This sonnet was attributed to Shakespeare in the 1599 Passionate Pilgrim, and appears as such among the prefatory poems to Henry John Todd's Works of Spenser (1805). Richard Linche's collection of sonnets, entitled "Diella," was published in 1596.
Edmond Malone: "A paper of verses, in which Spenser's 'deep conceit' is praised, has been attributed to Shakspeare, but erroneously; for it was written by Richard Barnefield" Plays and Poems of William Shakespeare (1790; 1821) 2:225n.
Thomas Park: "One of his sonnets thus addresses itself to his friend Master R. L. the author probably of Diello" in Warton, History of English Poetry (1774-81; 1840) 3:328n.
Leigh Hunt ascribes the poem to Shakespeare in his essay "On Commendatory Verses": "We instanced the sonnet in the collection called the Passionate Pilgrim, beginning 'If music and sweet poetry agree,' in which Spenser is praised so highly. It was replied, that minute inquiries considered that collection as apocryphal. This set us upon looking again at the biographers who have criticized it; and we see no reason, for the present, to doubt its authenticity" The Indicator (1819-21; 1845) 2:79.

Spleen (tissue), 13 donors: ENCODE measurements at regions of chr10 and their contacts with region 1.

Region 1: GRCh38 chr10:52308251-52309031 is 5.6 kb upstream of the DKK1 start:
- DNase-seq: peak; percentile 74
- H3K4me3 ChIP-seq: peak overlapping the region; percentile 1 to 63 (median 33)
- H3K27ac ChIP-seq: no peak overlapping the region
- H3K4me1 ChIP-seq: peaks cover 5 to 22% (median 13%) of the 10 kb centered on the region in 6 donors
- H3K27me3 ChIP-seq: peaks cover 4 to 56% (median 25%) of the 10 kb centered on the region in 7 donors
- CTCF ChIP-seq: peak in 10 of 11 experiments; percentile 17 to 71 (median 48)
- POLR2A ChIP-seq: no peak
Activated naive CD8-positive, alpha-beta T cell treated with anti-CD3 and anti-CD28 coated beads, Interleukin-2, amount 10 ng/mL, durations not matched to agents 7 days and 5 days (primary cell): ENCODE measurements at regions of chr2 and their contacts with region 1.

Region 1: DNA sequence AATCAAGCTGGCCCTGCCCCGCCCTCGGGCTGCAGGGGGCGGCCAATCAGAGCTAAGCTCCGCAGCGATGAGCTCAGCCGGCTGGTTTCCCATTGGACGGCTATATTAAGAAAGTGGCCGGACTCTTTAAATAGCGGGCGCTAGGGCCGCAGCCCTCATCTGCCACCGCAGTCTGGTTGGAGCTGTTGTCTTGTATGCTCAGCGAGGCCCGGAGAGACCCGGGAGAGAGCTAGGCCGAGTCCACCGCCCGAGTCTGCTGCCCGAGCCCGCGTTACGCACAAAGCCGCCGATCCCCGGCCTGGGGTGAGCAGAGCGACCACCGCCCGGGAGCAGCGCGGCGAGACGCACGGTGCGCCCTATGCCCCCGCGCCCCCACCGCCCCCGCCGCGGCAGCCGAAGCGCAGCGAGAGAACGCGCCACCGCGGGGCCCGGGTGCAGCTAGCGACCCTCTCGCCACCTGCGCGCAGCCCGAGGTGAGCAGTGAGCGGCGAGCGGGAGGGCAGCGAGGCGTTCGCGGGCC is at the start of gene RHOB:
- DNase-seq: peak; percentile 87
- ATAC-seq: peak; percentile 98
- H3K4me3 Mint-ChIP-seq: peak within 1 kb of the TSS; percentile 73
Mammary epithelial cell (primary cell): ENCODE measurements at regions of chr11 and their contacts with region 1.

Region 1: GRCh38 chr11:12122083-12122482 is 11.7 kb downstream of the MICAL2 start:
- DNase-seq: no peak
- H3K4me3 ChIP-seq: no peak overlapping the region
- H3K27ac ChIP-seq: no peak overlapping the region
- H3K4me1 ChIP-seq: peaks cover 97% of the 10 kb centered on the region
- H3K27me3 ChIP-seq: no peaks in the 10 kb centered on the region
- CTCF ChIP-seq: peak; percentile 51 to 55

Leigh Hunt: "I think it probable that he [Shakespeare] wrote the sonnet in which Spenser is eulogized: — 'If music and sweet poetry agree, &c.' but this is doubtful; and Spenser was not one of his dramatic fellows. Did he see too many faults in them all to praise them!!" Imagination and Fancy (1844) 220.
If Musique and sweet Poetrie agree,
As they must needes (the Sister and the Brother)
Then must the Love be great, twixt thee and mee,
Because thou lov'st the one, and I the other.
Dowland to thee is deare; whose heavenly tuch
Upon the Lute, doeth ravish humaine sense:
Spencer to mee; whose deepe Conceit is such,
As passing all Conceit, needs no defence.
Thou lov'st to heare the sweet melodious sound,
That Phoebus Lute (the Queene of Musique) makes:
And I in deepe Delight am chiefly drownd,
When as himselfe to singing he betakes.
One God is God of Both (as Poets faigne)
One Knight loves Both, and Both in thee remaine.